Vancouver has garnered one of the strongest food cultures in the country. We’re lucky to have access to authentic and mouth-watering cuisines from just about every corner of the globe. From sushi to curry, you’ll never run out of options or new menus to explore.
Food has always been a social occasion. Whether it’s happy hour or brunch, cafes and eateries are typically packed with residents any day of the week. Residents of Metro Vancouver definitely love their restaurants, and commercial developers are taking notice.
Source: Glowbal Group
“Our tenant roster is now 40 per cent restaurants,” said Stephen Knight, CEO and Managing Partner at Sitings Realty. “They’re becoming an important part. Regional shopping centres are now courting restaurants, and you’re going to see more and more as time goes on.”
According to a Statistics Canada Survey of Household Spending, in 2016 the average household spent $390 more that year dining out than they did in 2011. This growth has been felt by some of the city’s biggest restaurant brands, including Glowbal Group.
“There is growth in Vancouver. Tourism is moving up, especially with the Canadian dollar so low,” said Emad Yacoub, CEO/President & Proprietor, Glowbal Restaurant Group. “However, as the growth goes up, all of our prices go up -- leasing, cost of products. It’s a game we have to play. It’s very important how we present our product to people when they have so many choices.”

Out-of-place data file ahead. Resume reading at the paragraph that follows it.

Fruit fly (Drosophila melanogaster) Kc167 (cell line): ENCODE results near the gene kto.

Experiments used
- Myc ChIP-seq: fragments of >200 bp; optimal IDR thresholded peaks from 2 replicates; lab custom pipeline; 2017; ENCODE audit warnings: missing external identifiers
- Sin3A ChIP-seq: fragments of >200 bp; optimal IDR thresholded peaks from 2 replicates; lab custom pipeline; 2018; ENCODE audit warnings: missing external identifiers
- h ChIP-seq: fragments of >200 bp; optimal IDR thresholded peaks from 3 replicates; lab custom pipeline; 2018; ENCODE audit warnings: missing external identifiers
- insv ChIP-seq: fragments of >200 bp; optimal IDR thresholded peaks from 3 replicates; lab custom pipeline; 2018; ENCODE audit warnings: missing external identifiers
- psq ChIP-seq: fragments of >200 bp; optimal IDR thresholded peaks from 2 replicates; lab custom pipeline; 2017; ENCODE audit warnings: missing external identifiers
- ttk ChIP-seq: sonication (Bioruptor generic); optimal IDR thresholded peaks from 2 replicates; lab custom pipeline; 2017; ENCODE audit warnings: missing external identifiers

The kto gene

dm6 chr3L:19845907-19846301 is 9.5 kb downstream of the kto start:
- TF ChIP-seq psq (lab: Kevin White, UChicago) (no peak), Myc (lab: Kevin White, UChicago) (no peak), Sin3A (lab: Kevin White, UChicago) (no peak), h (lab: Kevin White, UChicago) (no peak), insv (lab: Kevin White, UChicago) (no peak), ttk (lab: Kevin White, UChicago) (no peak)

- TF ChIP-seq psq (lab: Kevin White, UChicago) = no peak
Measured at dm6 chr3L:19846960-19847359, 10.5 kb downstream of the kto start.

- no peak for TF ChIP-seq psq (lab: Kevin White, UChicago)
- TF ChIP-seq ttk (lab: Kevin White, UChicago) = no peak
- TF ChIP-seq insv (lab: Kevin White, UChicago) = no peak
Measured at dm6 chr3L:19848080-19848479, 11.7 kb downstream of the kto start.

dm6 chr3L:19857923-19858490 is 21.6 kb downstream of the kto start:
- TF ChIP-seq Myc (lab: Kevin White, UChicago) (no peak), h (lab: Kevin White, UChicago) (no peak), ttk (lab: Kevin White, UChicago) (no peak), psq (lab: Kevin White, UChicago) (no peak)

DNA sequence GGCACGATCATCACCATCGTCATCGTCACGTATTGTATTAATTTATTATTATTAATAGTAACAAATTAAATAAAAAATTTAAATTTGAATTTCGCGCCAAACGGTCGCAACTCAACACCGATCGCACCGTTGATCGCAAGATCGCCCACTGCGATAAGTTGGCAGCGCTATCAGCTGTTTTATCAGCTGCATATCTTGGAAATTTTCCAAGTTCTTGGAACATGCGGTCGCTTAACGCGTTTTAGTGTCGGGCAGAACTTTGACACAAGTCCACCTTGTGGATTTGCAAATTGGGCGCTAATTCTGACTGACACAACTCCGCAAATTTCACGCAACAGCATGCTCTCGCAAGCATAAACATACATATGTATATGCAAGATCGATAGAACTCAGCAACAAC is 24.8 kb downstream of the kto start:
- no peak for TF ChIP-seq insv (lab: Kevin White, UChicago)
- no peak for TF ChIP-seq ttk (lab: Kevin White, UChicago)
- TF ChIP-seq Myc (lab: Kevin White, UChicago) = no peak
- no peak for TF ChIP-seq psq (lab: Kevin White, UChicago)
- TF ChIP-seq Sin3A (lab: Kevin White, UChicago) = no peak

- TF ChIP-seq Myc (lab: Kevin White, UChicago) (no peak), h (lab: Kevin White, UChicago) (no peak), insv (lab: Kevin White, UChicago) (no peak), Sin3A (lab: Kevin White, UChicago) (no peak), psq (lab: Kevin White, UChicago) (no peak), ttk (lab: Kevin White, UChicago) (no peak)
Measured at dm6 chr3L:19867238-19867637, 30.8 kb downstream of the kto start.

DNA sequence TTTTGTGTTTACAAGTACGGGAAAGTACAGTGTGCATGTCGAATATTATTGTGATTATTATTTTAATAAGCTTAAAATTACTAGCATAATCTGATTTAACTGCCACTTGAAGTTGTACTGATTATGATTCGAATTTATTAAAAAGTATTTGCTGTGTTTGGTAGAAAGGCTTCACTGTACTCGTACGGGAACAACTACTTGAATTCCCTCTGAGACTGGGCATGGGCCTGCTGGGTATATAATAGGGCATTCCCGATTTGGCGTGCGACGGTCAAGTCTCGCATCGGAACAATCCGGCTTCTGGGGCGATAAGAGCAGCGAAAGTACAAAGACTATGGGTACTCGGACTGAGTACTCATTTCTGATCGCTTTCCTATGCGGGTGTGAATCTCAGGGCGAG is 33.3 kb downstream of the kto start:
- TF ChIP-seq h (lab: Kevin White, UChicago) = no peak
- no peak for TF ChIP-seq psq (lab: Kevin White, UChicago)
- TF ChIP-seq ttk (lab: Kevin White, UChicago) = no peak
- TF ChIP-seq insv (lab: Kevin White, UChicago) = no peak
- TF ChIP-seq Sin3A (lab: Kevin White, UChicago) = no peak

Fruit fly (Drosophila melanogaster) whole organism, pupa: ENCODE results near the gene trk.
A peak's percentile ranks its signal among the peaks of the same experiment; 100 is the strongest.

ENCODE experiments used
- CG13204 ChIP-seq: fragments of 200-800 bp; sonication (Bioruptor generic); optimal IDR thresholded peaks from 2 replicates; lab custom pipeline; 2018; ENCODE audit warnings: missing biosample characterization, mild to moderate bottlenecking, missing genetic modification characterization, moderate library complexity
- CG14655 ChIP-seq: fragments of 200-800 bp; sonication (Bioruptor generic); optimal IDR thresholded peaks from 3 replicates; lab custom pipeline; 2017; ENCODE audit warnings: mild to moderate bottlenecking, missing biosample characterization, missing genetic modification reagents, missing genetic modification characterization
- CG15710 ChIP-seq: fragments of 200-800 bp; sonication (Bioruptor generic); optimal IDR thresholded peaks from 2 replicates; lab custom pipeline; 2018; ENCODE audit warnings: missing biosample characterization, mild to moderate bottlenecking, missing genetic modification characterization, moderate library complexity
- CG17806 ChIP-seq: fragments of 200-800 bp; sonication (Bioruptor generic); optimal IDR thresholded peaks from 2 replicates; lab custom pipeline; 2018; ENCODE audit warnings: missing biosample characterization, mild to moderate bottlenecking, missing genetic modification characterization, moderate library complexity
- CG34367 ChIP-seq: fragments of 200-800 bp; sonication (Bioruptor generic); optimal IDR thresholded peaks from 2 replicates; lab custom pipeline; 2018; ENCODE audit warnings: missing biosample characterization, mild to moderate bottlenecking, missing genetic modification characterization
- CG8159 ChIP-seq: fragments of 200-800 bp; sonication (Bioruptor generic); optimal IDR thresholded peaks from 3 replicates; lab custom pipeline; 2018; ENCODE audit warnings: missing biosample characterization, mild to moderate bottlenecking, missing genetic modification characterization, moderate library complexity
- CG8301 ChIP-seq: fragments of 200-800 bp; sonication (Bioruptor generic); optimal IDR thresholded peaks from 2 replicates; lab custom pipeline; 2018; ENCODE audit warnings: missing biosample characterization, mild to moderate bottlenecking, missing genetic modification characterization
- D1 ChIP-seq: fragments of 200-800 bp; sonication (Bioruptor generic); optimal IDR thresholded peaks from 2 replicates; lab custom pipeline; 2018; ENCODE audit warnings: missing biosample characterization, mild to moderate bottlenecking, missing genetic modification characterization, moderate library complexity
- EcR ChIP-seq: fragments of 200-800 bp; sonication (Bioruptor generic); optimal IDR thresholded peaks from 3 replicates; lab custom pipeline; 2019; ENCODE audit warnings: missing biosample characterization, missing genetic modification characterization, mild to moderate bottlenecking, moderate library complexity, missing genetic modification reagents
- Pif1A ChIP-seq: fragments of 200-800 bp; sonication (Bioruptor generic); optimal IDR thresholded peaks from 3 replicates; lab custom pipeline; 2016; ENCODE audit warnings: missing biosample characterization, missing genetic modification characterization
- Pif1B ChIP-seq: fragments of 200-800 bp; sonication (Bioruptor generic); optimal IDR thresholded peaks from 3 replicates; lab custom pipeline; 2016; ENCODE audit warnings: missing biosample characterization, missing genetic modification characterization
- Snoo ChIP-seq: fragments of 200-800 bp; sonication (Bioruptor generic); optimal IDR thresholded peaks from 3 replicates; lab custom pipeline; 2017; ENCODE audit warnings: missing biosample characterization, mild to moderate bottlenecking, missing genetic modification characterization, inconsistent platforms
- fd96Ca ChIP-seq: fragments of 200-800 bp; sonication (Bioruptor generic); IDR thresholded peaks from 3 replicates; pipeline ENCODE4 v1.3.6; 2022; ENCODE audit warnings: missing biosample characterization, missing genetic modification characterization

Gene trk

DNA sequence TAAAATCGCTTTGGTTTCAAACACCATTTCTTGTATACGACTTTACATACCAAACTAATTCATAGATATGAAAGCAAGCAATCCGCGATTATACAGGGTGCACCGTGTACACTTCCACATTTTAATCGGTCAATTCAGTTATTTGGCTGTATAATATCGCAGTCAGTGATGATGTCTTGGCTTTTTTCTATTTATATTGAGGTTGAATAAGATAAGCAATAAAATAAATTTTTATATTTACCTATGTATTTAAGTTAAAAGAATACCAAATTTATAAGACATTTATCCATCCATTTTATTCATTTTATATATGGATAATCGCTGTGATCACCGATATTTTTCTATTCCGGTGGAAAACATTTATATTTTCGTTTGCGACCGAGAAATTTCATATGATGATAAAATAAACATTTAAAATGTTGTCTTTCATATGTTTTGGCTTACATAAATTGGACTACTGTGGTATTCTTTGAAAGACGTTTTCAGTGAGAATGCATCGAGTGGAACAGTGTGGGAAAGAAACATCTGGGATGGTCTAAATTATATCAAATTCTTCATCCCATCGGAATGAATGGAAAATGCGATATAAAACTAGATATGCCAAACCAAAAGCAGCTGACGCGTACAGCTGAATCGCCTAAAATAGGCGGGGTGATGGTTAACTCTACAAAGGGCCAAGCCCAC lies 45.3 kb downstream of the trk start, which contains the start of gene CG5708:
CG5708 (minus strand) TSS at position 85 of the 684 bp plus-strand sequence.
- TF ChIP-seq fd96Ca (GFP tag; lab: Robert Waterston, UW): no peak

One of the ways that restaurateurs are trying to drive sales is by looking at data, specifically cell phone technology.
“There are different aspects to consider when looking at enclosed malls versus street presence,” said Sharilyn Mason, Director, Capital Assets, Earls Kitchen + Bar. “We’re tapping into cell phone technology to learn how people move in communities. It’s actually become more of a collaboration, only the landlords are tracking the amount of people going through the doors while retailers are tracking the conversion rate.”
Yet as more and more people are increasing the amount they spend eating out, restaurants are still facing a number of challenges.
“A few years ago, I was paying $12/hour for dishwashing. Now I pay $17. My managers were making $40,000 per year, now they’re making $75,000,” said Yacoub. “I used to spend $9/pound on lobster, last month was $19. Like it or not, pricing has to match international pricing. There’s no choice but to increase our prices. We’re watching a growth in sales, and our bottom line goes down because the costs of goods are up: rent, product, materials -- everything is going up.”
Mason also shared that they feel the same pressure at Earls, however are reluctant to increase prices because they’re at the premium casual level and are cautious that it may drive patrons away. However, Yacoub argues this thought process.
“If I’m in Toronto, I’m going to pay $75 for a striploin steak, but in Vancouver, we’re charging $54. Pricing has to go up to match that.”